Re: marginally in the news!

Subject: Re: marginally in the news!
From: Andrew Plato <intrepid_es -at- YAHOO -dot- COM>
Date: Fri, 11 Jun 1999 18:51:57 -0700

--- Gil Yaker <gyaker -at- CSC -dot- COM> wrote:
> I have
> often thought that as the open source movement grows, we as tech writers
> might of any group stand to profit the most monitarily from the developers'
> work.

I disagree, open source and marginal technologies will probably hurt technical
writing for these reasons:

1) Open source technologies are rarely documented. When they are it is usually
done by engineers not tech writers.
2) Without a single entity owning such technologies, there is nobody to control
distribution, documentation, and many other ancillary aspects of software
marketing and development.
3) There is very little money in marginal technologies.
4) Marginal technologies are the domain of geeks and nerds who think
documentation is for wimps.

Open source technologies are rarely documented. When they are, it is usually a
few experts who publish a book. Most of the O'Reilly books are written by
programmers and engineers who use the tools - not technical writers. Similar
books are also usually written by programmers.

Furthermore, since these technologies are not owned by any one controlling
entity, there is no centralized management and distribution. What that means
to tech writers is that nobody is pushing the value of documentation for these
products. Documentation is an ancillary function of software development.
While it is a very important function, it is still ancillary. Somebody has to
put together the people to do that work. In open source, there is no one
person doing that. The documentation for most open source technologies is the
endless sea of comments, complains, tips, and tidbits strewn across the
newsgroups and chat rooms.

Those companies that are distributing open source technologies do not have
large revenue streams. It is hard to sell somebody a product they can get for
free. These distribution companies, like RedHat and Caldera, are producing
documentation but it is generally crude and unrefined. The marginality of
these technologies keeps them from being great sources of revenue. Without any
revenue being funneled into a controlling entity, there is no money for

I am reminded of one of my clients who developed an Office-like suite for the
Be operating system (BeOS. This company, Gobe Software, has an outstanding
program. However, since BeOS is still on the periphery of the operating system
market, they do not make any money. Therefore, they cannot afford much in the
way of documentation.

Finally, these technologies are still very much the domain of hardcore nerds
and geeks. This group overwhelmingly believes most documentation is useless.
Sure, some see the value in O'Reilly type manuals. However, as I mentioned
earlier, these books are written for geeks by geeks. Many of the O'Reilly
manuals are excellent sources of information, but they are not always the

The open source movement is not really anything new. It has been around since
the beginning of Internet time. It is only until recently that open source has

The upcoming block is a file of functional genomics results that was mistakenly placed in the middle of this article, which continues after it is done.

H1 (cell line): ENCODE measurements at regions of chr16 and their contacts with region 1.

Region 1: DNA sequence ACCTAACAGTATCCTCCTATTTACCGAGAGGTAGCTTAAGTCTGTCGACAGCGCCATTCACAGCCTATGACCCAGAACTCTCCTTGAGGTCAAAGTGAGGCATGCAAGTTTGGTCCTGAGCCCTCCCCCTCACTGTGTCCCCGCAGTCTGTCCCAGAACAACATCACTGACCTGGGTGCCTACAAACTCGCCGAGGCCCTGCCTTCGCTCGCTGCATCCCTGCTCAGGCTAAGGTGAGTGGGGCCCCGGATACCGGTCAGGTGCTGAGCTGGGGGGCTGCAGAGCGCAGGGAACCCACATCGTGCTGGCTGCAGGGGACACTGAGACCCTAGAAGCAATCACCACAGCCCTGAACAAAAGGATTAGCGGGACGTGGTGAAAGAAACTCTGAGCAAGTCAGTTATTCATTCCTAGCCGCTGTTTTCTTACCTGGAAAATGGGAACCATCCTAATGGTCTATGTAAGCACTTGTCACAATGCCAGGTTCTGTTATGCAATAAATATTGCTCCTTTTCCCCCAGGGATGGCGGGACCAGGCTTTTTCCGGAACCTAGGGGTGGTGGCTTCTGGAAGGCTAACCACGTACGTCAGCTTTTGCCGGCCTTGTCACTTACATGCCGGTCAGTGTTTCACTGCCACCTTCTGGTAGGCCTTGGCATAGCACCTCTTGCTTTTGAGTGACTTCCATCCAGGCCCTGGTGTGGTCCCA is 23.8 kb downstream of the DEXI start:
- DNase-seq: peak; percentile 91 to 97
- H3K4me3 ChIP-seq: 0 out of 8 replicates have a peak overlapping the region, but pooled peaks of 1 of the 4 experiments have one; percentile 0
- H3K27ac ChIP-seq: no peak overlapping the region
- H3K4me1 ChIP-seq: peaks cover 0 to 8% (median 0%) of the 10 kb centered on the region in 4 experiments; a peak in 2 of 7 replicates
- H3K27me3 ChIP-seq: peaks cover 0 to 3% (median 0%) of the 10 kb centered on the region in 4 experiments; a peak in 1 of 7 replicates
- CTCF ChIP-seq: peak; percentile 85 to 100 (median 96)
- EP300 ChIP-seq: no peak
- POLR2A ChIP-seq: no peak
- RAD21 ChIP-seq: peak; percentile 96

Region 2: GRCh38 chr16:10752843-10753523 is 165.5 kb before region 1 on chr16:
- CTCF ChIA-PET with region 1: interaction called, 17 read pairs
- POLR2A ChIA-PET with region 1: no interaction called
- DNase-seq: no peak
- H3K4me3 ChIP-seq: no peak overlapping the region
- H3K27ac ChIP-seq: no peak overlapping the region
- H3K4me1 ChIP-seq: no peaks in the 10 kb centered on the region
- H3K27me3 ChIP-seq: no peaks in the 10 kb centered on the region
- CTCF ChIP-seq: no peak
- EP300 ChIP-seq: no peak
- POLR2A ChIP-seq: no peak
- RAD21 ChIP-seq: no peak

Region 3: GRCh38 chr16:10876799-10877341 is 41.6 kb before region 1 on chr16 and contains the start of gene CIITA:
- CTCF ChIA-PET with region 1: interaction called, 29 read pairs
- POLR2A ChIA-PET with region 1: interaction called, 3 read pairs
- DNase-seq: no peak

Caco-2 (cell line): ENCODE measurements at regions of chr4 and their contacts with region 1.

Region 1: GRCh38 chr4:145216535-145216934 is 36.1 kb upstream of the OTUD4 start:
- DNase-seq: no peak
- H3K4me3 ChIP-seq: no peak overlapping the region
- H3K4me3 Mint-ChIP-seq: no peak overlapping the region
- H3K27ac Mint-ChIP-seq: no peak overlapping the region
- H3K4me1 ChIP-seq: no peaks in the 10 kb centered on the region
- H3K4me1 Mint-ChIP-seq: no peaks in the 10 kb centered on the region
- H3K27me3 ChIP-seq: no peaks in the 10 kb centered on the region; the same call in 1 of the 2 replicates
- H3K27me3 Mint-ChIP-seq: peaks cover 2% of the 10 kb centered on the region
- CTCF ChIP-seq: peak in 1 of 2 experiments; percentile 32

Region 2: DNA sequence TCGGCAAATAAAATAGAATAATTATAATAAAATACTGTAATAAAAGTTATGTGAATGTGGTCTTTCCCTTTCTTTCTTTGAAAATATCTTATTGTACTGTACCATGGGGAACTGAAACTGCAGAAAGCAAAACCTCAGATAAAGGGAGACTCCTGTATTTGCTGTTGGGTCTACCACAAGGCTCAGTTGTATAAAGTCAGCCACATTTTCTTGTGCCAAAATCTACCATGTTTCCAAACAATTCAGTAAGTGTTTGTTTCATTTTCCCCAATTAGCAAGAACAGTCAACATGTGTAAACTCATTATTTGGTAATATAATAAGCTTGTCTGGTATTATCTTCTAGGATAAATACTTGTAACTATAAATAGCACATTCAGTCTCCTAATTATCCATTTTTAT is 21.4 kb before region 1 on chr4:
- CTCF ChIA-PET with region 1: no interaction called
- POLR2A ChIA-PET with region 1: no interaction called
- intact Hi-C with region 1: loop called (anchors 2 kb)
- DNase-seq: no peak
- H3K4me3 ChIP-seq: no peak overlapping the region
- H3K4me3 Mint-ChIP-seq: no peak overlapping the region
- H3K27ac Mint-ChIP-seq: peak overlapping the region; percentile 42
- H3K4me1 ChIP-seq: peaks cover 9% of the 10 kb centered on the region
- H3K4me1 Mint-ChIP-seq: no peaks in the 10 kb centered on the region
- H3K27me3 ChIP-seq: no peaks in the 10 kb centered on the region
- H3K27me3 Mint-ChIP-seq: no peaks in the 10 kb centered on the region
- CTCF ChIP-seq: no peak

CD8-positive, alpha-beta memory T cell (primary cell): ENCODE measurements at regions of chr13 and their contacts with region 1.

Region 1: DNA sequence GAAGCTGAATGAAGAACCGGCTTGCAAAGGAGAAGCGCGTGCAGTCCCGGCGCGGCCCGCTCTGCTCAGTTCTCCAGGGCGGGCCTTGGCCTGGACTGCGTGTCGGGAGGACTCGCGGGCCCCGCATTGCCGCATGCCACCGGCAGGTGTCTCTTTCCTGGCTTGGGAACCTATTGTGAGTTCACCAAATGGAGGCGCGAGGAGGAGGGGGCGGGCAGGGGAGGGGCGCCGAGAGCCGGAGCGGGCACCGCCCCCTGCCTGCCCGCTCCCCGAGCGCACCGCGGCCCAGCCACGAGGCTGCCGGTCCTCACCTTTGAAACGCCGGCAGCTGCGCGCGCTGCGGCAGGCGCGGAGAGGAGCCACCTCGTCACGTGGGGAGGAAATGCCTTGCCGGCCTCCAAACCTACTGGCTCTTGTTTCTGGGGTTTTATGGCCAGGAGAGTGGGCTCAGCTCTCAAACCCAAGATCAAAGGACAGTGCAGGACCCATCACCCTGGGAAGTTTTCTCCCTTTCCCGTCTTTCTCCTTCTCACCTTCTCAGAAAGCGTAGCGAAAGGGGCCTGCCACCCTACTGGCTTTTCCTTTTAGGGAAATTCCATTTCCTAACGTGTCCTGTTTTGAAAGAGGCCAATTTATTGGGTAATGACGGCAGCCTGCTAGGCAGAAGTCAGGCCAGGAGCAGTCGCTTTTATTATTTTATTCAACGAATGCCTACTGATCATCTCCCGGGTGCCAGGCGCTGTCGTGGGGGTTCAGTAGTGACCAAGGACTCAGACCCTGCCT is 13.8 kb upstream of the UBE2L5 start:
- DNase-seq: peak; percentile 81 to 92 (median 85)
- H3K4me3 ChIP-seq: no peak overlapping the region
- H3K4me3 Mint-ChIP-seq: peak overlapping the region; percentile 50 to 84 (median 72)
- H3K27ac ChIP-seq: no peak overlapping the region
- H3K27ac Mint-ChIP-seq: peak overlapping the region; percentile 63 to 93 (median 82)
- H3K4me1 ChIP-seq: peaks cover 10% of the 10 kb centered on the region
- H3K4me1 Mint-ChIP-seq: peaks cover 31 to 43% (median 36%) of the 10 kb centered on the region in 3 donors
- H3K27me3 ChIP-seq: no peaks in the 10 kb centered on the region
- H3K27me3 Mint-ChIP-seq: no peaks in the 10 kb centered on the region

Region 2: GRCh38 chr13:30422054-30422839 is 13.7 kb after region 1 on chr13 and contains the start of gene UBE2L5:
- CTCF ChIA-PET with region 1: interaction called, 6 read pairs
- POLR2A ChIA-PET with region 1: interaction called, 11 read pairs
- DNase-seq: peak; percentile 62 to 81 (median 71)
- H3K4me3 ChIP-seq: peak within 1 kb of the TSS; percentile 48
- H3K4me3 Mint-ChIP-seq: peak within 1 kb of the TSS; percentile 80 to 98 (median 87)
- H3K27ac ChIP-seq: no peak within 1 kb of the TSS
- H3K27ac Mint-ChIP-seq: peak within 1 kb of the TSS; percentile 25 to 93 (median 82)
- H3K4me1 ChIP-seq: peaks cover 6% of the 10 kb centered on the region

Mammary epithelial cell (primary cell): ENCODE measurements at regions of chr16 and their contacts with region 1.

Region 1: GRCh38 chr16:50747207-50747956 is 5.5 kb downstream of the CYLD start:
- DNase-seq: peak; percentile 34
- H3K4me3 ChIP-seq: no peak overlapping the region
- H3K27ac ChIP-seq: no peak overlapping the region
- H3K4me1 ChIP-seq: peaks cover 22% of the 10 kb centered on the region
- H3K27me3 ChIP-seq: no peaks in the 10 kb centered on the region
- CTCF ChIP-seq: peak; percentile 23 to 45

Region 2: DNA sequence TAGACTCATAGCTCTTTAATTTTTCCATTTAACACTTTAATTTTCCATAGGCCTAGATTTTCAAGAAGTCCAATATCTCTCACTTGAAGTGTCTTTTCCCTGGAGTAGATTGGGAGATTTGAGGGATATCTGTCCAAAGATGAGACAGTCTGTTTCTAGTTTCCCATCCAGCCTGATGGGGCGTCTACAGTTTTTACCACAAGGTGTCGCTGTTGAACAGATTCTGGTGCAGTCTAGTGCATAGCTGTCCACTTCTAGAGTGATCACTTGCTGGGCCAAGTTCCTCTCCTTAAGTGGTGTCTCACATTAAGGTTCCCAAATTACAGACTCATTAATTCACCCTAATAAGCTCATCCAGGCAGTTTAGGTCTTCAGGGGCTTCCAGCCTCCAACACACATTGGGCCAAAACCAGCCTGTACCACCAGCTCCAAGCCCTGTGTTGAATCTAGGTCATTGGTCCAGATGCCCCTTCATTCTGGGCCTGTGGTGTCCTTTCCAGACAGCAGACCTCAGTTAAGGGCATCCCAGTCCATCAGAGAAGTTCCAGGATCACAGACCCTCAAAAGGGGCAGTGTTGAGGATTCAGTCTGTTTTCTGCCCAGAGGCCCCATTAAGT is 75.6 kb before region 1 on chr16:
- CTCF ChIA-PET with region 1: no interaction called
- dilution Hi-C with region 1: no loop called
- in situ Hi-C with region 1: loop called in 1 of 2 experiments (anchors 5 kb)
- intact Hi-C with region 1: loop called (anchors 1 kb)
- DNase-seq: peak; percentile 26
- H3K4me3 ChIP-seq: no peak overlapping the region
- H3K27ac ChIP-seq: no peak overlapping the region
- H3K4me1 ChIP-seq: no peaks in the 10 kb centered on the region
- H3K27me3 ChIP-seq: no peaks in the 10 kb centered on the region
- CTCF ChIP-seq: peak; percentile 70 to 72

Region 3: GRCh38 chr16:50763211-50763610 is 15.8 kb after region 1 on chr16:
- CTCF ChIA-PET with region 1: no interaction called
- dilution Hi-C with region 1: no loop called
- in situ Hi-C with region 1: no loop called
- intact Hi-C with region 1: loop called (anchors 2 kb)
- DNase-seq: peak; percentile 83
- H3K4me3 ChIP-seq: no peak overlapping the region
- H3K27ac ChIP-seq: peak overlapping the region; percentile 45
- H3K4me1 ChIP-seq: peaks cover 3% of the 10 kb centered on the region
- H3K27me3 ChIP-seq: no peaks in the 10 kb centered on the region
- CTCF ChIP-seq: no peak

become something that big businesses perceive as viable for information systems
solutions. However, there are still many inherent pitfalls when implementing IS
solutions with open source technologies. Have you ever tried to install Linux?
It is not easy.

What open source does offer tech writers is the opportunity to sell your
expertise in one or more open source technologies to companies who need custom
software manuals. For example, I have used my knowledge of BeOS, Linux, and
FreeBSD to get jobs from companies implementing these open source technologies
in their business. These companies needed custom written documentation from a
writer who understood these technologies. Since there are so few writers with
this expertise, I could easily outbid any other writer for the job.

Certainly, open source technologies are encouraging something I have been
yapping about for years. Open source technologies are going to require writers
to become more technology oriented and less tool oriented. To be a successful
tech writer in the world of open source, you cannot rely merely on good writing
and FrameMaker skills. You will need to possess functional skills using what
ever it is you are documenting. Moreover, if you think they are no standards
in the current world of information systems, there is even less standards in
the land of open source.

Today, as long as you can plod through WinNT and a few tools you can call
yourself a tech writer. If open source takes off, that will no longer be the

Lastly, publishing a book is a hellish endeavor. I won't elaborate because it
could easily fill up 17 more posts. Just trust me on this one.

Personally, I think open source has a place in the market and that place is
growing. However, there is also a place for proprietary standards like
Windows. Nevertheless, I also think that in the future, writers will not be
able to get by on their writing skills alone. The writer of the future will be
required to understand the technologies they are documenting. What I hope is
that writers stop selling themselves as experts with FrameMaker or RoboHelp and
experts with Windows NT, UNIX, databases - or other such fundamental IS

Incidentally, open source was the topic on today's Talk of the Nation on NPR.
Does anyone know if the guy who does "Science Friday" is named Ira Plato or Ira
Flata? I can never tell by the way he pronounces it. He might be some long
lost relative of mine.

Anyway, I think I am going to go waste some more of my youth on that wonderful
thing they call television. Duhhhhhhhhhhh.

Andrew Plato
President / Principal Drooling Vegetable
Anitian Consulting, Inc

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